Eirini Tatsi of UWL spoke as part of the panel discussion for academic leads from the three partner universities, and as the SAP2 project is concluding, she concentrated on looking forward to how we can embed cultural change within academic and professional services practice. Eirini’s point is addressing degree-awarding gaps is not solely about assessment or what happens in the classroom, but demands a cross-institution approach—this may be familiar in mirroring contemporary approaches to widening participation activity in general as ‘whole institution’. Eirini noted some work we have started in Library Services to consider how students’ diverse identities can be represented within course materials or reading lists, as just one aspect developing an inclusive curriculum and also spoke about the need to reflect diversity and inclusion work in our priorities at a more strategic level.

Dr Gurnam Singh of Coventry University offered a critical perspective as a social work academic on the need to understand the complexity of learning experiences. Coventry has not been involved with SAP2 as a partner institution, but as I noted Gurnam has been an influence throughout its duration. Personally, I have found him to be a particularly inspiring speaker and a compelling theorist of critical pedagogy—he has a skill in blending citations to lived experience alongside theory and ideas which is, to me, incredibly convincing.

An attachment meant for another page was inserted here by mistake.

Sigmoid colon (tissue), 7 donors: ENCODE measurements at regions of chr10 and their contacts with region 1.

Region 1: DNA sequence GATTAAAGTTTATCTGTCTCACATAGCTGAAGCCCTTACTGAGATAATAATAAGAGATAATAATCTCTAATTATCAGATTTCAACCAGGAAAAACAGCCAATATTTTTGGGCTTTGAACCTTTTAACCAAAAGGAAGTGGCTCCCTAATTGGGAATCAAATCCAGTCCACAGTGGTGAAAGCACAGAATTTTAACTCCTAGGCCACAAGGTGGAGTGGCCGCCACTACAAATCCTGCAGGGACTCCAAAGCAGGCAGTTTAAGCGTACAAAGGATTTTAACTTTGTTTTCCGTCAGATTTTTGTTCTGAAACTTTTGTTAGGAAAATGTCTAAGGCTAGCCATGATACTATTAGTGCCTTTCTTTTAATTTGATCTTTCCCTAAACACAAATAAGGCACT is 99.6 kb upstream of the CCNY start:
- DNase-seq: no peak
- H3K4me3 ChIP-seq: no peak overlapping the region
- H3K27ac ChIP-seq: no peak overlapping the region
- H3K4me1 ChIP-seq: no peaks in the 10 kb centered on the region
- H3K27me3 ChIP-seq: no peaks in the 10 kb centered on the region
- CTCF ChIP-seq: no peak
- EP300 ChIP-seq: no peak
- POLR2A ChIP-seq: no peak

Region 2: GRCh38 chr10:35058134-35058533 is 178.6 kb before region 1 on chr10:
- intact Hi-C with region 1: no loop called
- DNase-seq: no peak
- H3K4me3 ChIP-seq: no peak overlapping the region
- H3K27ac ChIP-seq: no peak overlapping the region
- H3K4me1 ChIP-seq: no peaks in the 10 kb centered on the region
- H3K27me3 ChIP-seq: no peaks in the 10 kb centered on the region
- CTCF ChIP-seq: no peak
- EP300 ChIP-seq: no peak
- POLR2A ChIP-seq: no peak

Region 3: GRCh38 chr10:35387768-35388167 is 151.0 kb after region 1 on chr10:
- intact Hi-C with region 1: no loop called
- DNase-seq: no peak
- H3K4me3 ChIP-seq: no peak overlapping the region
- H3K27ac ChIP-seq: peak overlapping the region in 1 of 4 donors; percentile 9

As with Amatey Doku’s talk, Gurnam reiterated the longer-term work is about transforming the university, not just fixing a broken element that is holding certain groups back—in fact as might be suggested in the title of the conference. Degree-awarding gaps are a scandal, and a telling sign that our processes and practices are not fit for purpose. Another way of framing this is degree-awarding gaps are symptomatic of universities breaking ground in widening participation, so we need to maintain focus on developing this work and trust that it will be judged positively.